Make sure your catchy slogan doesn’t land you in legal hot water.
It’s March Madness, and everyone is gearing up for the NCAA Final Four, especially in Minneapolis because the tournament is here! This is a great opportunity for local businesses to capitalize on a major event to boost revenue. An article that appeared in the local paper this week was a good reminder on some of the hidden traps for the unwary. Rushing to come up with that captivating slogan could land you in legal hot water if you don’t cross your legal T’s and dot your legal I’s.
According to the article, the NCAA has more than two dozen trademarks on slogans and expressions related to the Final Four tournament that it carefully controls and aggressively protects. Some of the slogans seem obvious. For example, “Final Four” and “Elite Eight.” But there are other slogans such as “And Then There Were Four” and “The Big Dance.” Who would have thought that a local establishment couldn’t play on that and advertise a big dance to celebrate wins?
Okay. Trademark law is nuanced, so maybe you can get away with it, depending on how it is used, but check with your favorite lawyer before you do. “The Big Dance” is trademarked. I did my homework.
As to the point of not believing everything you read, if you read in the USPTO trademark database that something is trademarked. Yes. Of course. You should believe that.
But, if you have a marketing strategy centered around the slogan, “The Road To Minneapolis,” and you read in the local newspaper that you can’t use it without permission, check with your lawyer and do your homework before you hit the panic button. A check of the USPTO trademark database shows that the NCAA abandoned that trademark as of September 2004. That means it is free for you to use as you wish, barring other prohibitions.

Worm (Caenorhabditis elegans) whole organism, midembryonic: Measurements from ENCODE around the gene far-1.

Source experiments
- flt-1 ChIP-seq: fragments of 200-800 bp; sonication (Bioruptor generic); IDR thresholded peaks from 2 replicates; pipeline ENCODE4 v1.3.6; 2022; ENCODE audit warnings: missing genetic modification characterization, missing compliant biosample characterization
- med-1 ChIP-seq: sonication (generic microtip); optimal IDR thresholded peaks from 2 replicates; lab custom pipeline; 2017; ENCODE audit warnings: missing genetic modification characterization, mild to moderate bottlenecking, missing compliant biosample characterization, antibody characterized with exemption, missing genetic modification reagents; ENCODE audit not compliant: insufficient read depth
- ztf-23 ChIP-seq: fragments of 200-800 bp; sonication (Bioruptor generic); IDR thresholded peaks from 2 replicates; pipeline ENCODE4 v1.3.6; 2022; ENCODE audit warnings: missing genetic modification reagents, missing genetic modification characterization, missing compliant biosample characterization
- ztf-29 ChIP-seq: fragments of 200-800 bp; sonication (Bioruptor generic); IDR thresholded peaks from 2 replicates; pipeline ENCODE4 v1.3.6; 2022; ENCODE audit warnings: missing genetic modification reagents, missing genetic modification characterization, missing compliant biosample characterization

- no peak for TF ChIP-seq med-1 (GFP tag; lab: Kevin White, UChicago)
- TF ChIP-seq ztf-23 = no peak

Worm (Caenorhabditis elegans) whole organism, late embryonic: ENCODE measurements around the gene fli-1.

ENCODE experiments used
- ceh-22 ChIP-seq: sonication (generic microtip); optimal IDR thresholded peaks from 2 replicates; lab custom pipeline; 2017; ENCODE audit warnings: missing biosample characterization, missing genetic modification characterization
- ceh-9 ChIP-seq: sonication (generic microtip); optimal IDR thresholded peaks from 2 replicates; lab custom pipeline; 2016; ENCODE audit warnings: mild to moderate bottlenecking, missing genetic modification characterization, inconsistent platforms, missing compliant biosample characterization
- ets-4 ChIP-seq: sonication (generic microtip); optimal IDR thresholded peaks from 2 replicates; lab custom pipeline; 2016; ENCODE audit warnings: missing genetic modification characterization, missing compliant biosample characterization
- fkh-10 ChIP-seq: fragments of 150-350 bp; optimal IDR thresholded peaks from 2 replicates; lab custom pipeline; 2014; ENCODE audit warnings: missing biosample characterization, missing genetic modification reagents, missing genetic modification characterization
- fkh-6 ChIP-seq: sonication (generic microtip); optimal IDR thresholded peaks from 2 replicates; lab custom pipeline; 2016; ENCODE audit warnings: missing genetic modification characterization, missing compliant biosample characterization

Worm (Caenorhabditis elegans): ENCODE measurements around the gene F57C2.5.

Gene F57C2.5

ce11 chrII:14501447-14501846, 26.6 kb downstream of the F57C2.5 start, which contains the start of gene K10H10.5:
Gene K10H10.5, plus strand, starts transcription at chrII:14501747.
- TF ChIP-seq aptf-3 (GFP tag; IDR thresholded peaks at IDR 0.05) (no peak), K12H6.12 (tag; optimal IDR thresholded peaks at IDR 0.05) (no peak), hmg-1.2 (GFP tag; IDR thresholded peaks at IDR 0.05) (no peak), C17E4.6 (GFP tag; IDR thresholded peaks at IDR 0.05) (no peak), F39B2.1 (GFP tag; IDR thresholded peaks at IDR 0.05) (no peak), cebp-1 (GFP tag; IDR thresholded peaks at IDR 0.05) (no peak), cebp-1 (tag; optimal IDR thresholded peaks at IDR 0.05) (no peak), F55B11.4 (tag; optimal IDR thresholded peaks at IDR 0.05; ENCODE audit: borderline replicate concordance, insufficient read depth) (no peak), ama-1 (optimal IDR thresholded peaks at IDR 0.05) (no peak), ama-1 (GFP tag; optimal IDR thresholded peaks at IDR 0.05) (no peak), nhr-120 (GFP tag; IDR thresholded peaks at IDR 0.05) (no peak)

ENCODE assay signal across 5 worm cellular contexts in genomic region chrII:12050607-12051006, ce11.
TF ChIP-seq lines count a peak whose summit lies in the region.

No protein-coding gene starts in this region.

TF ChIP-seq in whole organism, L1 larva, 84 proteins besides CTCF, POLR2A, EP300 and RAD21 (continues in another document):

The bottom line is that prudent business strategy is to keep your favorite lawyer by your side as you grow your business. Things that seem harmless often result in expensive mistakes for the uninformed. A good lawyer will be able to guide you through the landmines and keep you on the right side of the law, so you can focus your energy on pursuing your passion and growing that business without the avoidable expense and distraction of a cease-and-desist letter or other legal trouble. Another thing Mom said: “An ounce of prevention is worth a pound of cure.” Smart woman.
When in doubt, check it out. Have a question? Grab a spot on my calendar.